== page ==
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The 21st century has been rough on journalists, particularly at newspapers, where almost half of all newsroom jobs have disappeared since 2008. That shrinking workforce has also been met with rising expectations for producing digital content across multiple platforms.

The latest in a line of evolutionary changes affecting the workforce is the concept of audience-first journalism — that journalists need to embrace audiences to save their jobs.

What if it might also save their souls?

In a recent survey of more than 100 journalists, I found that journalists are more satisfied and find their work more meaningful and significant when they practiced audience engagement, which I defined as using social media and analytics, as part of their job.

Unlike other tasks that have been piled onto journalists that might contribute to burnout, I suggest that audience engagement has the ability to actually rekindle the flames that keep journalists going.

The journalists surveyed come from across many positions and organizations, through most came from newspapers or digital-only outlets. The study was done as part of my thesis for my master’s in media management at the Missouri School of Journalism.

In addition to measuring job satisfaction and the use of audience engagement, I also gathered comments directly from respondents about their thoughts on engagement. What they told me, and what I know from my own experience, is that there is a huge opportunity in most newsrooms to use audience engagement—in all of its forms, not just the two I studied—as a way to reinvigorate even the most skeptical journalist.

There’s also an argument to be made that engagement shouldn’t be delegated to a specific team or editor, but rather it should be a core competency of beat reporters and other frontline journalists.

You don’t need to read my thesis to learn how. Luckily for you, I’ve distilled the research into four strategies for getting the most out of audience engagement in your newsroom.

1. Give everyone access to the feedback that comes through analytics and social media, especially as it relates to their job.

The biggest area where social media and analytics can improve journalists’ satisfaction is by providing a new avenue for feedback. But there are clear signs that while newsrooms have the tools and the data, they do not have the context and conversation to generate actionable feedback. Analytics reports should not just be a dashboard; they should be thoughtful assessments of performance that put numbers into context. Story ideas driven by listening to audiences and informed by their conversations should be celebrated as “wins.”

Comments to consider from real newsrooms:

  • “In two years no one talked to me about those numbers, what they mean, how they stack up, what we should do differently.”
  • “I engage with my audience often because it makes me better at my job.”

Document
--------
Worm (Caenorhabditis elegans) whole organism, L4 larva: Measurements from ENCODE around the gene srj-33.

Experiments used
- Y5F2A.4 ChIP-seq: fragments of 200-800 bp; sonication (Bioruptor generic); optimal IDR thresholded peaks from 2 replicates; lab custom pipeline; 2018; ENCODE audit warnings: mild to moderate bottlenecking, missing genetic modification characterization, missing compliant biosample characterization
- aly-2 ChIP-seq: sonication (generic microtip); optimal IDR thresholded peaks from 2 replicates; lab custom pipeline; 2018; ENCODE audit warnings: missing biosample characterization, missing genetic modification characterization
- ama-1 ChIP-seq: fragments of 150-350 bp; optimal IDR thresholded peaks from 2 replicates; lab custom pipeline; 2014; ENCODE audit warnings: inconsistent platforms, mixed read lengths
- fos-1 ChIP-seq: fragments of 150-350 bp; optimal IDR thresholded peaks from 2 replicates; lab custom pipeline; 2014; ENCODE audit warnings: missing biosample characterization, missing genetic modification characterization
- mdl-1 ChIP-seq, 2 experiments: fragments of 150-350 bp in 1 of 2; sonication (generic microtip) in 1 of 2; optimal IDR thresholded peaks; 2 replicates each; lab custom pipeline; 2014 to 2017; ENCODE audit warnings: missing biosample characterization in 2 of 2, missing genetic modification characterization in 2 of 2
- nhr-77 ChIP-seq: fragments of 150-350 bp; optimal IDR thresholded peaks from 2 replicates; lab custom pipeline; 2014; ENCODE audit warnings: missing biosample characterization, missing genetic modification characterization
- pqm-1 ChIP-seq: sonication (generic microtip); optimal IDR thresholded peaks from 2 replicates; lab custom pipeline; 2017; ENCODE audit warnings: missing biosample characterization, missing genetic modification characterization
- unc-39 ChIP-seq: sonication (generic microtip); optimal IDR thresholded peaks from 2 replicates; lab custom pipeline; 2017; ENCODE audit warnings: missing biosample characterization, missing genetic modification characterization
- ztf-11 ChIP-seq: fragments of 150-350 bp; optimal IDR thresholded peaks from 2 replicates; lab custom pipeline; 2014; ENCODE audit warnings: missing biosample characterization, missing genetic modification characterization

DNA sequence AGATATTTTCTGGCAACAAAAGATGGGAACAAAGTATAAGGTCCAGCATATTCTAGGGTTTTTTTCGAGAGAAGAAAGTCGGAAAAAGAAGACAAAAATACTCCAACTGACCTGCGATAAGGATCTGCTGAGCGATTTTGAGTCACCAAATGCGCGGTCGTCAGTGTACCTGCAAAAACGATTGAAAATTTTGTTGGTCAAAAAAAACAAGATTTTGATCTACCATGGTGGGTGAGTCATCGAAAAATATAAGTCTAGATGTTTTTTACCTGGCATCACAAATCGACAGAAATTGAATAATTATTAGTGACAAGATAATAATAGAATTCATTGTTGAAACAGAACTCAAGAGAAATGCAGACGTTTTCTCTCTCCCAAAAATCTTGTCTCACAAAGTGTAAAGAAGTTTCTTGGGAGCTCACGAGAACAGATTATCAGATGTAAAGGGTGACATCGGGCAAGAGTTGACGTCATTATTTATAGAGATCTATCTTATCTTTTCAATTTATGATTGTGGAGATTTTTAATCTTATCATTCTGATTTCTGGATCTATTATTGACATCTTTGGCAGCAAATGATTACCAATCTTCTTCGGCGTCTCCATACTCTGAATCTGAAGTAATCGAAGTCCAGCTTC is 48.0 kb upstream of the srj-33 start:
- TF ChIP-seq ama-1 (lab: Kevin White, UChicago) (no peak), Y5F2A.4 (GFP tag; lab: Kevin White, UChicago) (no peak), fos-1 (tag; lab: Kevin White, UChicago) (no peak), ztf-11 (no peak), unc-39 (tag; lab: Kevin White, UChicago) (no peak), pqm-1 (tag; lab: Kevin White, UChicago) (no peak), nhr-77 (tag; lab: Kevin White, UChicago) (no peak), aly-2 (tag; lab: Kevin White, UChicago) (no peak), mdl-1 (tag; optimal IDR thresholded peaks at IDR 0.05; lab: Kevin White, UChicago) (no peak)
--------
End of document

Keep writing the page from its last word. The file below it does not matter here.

2. Use every opportunity to remind your newsroom about the significance and the impact of the work being done and who it is affecting.

Many journalists get into the profession with a zeal for serving the public good. This often means doing the work for the love of doing it rather than any other factor, so when audience engagement reveals that the work is having an impact, this can further motivate journalists to produce good work.

Comments to consider from real newsrooms:

  • “Audience engagement and analytics are core pieces to what we do each day and help us know how we can better serve our community.”
  • “Our readers engage with us as individuals a lot … our reporters are well informed on issues that affect our readers. They care what we think.”

3. Connect the role of audience engagement and its goals to journalism ethics and the organization’s mission. Create a dialogue around the meaningfulness of the work.

In other words, ask: “Why are we doing this?”

If the engagement practice is simply for more pageviews and clicks, keep asking why. For journalism work to have meaning beyond the job itself, it must not simply be self-serving. Managers can connect audience engagement with a broader belief in public engagement and strive to uphold ethical practices that define the best of the profession.

Comments to consider from real newsrooms:

  • “It is a sterile cycle. Readers and members of the community are viewed as clicks online with no regard for what print readers want to see in the paper.”
  • “Traffic has become much more important than accuracy, reporting and good writing.”

4. Provide continuous training and streamlined tools to ensure the tasks themselves do not hinder the motivation of journalists.

When a task is too difficult, either because it is too complex or because the worker is under-resourced in terms of equipment and training, motivation suffers and burnout is not far away. All of the other suggestions mentioned here are useless unless newsrooms invest in basic and advanced training in the tools of audience engagement. The more confident they are in the tools, the more confident they will be in their jobs.

Comments to consider from real newsrooms:

  • “I need to learn more and have better tools to do a better job.”
  • “I don’t necessarily know what they (web and social metrics) mean and it was never really explained to me when I started.”

Ultimately, audience engagement can help journalists build their capacity to create informed communities that participate in our democracy. This social capital — which has been dwindling under economic pressure and widespread criticism of the press — must be intentionally rebuilt for journalism to thrive.

Matt Dulin  
 
Guest blogger


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